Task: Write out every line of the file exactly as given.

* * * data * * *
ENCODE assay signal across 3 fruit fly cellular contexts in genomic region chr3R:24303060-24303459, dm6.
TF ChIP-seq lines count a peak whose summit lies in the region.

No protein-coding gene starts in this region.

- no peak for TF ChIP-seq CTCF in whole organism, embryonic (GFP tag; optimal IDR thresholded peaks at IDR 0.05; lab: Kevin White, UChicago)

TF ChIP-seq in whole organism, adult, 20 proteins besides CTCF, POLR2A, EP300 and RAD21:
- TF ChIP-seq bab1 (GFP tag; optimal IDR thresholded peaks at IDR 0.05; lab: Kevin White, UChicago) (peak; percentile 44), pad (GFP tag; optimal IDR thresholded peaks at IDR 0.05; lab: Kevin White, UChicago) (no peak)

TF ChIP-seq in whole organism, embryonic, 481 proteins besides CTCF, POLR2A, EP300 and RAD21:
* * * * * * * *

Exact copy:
ENCODE assay signal across 3 fruit fly cellular contexts in genomic region chr3R:24303060-24303459, dm6.
TF ChIP-seq lines count a peak whose summit lies in the region.

No protein-coding gene starts in this region.

- no peak for TF ChIP-seq CTCF in whole organism, embryonic (GFP tag; optimal IDR thresholded peaks at IDR 0.05; lab: Kevin White, UChicago)

TF ChIP-seq in whole organism, adult, 20 proteins besides CTCF, POLR2A, EP300 and RAD21:
- TF ChIP-seq bab1 (GFP tag; optimal IDR thresholded peaks at IDR 0.05; lab: Kevin White, UChicago) (peak; percentile 44), pad (GFP tag; optimal IDR thresholded peaks at IDR 0.05; lab: Kevin White, UChicago) (no peak)

TF ChIP-seq in whole organism, embryonic, 481 proteins besides CTCF, POLR2A, EP300 and RAD21: